Perchance To Sleep

 Perchance To Sleep

By Peter Galvin, MD

Today’s topic is narcolepsy, but before I get to that, I want to go over some facts regarding normal sleep. As you probably know, dreams occur during the rapid eye movement (REM) phase of normal sleep. REM sleep, which starts at least two hours after falling asleep, is preceded by a period of non-REM (NREM) sleep, during which you do not dream. Once a person falls asleep, brain waves slow considerably during NREM sleep. After several hours, brain activity increases, heralding in REM sleep and dreams. REM sleep is restorative, quality sleep. Most people require several hours of REM sleep, meaning that at least six to seven hours of sleep per night is required. Other sleep phases include the hypnagogic phase, which is the transition from wakefulness and sleep, and the hypnopompic phase, which is the transition from sleep to wakefulness. During the hypnogogic phase, a hypnic (or myoclonic) jerk is not uncommon. This is a sudden contraction of multiple muscles like a spasm, often occurring in response to a sudden sound or noise. Another common sleep occurrence is the Tetris effect. This can occur after a person spends hours before sleeping performing a repetitive activity, especially if it is a new activity (for example, playing a new video game). This activity will dominate the imagery that that person sees, or perceives, while falling asleep.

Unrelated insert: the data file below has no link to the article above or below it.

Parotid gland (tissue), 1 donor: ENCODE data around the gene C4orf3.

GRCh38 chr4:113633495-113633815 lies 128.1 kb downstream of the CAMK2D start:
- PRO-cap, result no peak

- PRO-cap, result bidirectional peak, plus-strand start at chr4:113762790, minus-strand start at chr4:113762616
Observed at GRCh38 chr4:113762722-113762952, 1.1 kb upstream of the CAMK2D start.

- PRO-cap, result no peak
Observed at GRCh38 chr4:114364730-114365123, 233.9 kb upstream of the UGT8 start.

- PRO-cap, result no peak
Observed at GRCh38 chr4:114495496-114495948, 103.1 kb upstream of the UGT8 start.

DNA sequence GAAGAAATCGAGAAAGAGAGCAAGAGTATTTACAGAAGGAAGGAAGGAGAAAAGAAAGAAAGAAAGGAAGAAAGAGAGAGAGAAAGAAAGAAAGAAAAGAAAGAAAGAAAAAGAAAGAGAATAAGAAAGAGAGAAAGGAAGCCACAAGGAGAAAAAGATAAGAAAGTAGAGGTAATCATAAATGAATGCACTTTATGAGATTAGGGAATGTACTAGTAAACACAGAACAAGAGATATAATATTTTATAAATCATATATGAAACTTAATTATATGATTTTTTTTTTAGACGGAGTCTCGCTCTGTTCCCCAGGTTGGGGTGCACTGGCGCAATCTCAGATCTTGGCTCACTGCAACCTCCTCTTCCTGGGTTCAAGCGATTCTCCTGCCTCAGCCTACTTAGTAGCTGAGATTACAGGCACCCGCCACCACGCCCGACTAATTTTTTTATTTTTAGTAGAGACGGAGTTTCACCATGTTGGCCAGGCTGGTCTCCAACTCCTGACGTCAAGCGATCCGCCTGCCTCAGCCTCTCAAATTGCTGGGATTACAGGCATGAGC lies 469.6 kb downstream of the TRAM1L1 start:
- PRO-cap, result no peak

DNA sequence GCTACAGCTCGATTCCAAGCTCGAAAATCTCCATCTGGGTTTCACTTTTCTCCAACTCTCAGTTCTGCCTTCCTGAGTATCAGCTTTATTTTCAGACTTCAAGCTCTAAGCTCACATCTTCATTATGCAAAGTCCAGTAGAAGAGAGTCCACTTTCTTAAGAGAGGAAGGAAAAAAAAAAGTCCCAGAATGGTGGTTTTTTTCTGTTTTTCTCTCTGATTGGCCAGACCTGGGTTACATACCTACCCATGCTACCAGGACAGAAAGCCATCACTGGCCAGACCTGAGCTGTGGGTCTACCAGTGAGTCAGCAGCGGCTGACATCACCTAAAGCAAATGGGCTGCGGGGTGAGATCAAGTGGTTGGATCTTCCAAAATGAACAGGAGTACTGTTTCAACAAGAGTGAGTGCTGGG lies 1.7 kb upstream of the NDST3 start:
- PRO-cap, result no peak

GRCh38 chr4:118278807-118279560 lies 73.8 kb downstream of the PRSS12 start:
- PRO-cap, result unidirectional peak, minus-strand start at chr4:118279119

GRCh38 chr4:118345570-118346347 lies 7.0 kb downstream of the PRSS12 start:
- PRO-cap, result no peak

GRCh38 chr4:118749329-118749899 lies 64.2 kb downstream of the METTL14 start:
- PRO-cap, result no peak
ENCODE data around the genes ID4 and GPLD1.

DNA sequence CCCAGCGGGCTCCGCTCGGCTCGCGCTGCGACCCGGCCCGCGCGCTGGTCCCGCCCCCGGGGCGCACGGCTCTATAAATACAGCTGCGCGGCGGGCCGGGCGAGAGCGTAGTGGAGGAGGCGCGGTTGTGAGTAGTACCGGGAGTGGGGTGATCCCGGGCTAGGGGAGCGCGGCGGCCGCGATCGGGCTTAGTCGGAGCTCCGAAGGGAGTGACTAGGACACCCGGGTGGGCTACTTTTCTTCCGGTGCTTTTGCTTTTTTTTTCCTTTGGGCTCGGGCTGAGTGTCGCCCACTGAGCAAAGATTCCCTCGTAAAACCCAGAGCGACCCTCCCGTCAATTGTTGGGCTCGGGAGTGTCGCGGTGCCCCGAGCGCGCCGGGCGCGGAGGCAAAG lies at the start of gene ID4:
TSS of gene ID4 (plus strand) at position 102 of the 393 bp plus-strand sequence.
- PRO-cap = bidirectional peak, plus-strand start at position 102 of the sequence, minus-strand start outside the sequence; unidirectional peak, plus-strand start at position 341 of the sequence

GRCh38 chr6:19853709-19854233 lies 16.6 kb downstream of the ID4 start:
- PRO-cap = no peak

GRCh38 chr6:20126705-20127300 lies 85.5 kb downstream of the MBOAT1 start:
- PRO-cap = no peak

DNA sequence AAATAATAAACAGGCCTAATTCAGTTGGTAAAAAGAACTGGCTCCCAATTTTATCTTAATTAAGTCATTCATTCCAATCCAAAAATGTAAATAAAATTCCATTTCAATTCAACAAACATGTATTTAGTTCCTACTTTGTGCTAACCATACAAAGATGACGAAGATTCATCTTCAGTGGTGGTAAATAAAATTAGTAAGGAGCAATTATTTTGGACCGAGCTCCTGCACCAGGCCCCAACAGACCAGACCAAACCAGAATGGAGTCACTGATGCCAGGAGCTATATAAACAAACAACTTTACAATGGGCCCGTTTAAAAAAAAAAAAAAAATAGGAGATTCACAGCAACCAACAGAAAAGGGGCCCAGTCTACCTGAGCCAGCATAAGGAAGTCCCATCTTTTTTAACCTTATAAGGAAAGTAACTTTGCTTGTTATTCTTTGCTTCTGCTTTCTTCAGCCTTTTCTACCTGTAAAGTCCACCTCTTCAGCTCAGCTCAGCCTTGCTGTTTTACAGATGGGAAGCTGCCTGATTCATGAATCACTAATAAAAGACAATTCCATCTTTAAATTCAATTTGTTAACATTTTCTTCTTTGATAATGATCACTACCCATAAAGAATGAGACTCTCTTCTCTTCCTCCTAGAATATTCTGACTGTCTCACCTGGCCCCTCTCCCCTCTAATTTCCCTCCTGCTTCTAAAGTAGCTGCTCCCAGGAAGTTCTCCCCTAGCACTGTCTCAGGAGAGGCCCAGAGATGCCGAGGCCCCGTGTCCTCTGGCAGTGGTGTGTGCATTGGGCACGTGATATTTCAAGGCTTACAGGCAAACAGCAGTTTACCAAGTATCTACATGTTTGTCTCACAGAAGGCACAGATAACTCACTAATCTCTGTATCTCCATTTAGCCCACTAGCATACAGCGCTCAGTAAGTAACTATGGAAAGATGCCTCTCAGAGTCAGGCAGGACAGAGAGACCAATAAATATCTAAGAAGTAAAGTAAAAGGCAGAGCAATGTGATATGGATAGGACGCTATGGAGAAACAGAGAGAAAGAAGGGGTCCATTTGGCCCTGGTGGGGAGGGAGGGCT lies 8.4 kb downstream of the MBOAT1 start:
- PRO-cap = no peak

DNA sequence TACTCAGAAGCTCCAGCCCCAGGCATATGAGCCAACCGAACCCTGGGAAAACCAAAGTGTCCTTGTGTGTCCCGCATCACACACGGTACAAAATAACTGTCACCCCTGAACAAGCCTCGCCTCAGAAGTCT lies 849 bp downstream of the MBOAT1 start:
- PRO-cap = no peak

Narcolepsy causes daytime sleepiness not due to sleep deprivation, poor sleep quality, or sleep apnea. Narcolepsy (type I) is caused by damage to part of the brain (the hypothalamus), resulting in decreased production of orexin, a hormone that helps maintain wakefulness. While the cause of this brain damage is unknown, there is a genetic component (about 10% of cases). Also, it may be caused by an autoimmune response in some genetically susceptible people to an infection by H1N1 influenza. Rarely, it may be seen in those with traumatic brain injuries or brain tumors. It affects 25 to 50 people per 100,000 worldwide and typically starts at age 7 to 25 years, however the diagnosis may not be made until decades later. Narcolepsy causes excessive daytime sleepiness; patients fall asleep frequently and involuntarily while sitting still or during other activities, sometimes in the middle of a conversation. While those with narcolepsy may feel well rested after a brief nap, sleepiness returns after a few hours.

Those with narcolepsy have abnormal REM sleep. REM sleep, rather than occurring hours after falling asleep, occurs immediately after falling asleep, to the point that hallucinations may occur while falling asleep. What also occurs and is terrifying, yet not dangerous, is sleep paralysis, which is brief paralysis while falling asleep, often while also hallucinating. Cataplexy, which is a sudden, brief episode of muscle weakness, can occur in narcolepsy. Cataplexy is triggered by strong and usually positive emotions, such as joking or laughing, causing weakness or paralysis in the muscles of the face, neck, arms, and legs. In severe cases, cataplexy causes patients to collapse and have wakeful paralysis that may last one to two hours. The “Tetrad of Narcolepsy” is cataplexy, sleep paralysis, hypnogogic hallucinations, and excessive daytime sleepiness.

Treatment of narcolepsy involves stimulants like amphetamines to maintain daytime wakefulness. Medications to replace orexin are currently under development. Some famous or historical people have had narcolepsy, including Harriet Tubman, Winston Churchill, Lenny Bruce, and Jimmy Kimmel.

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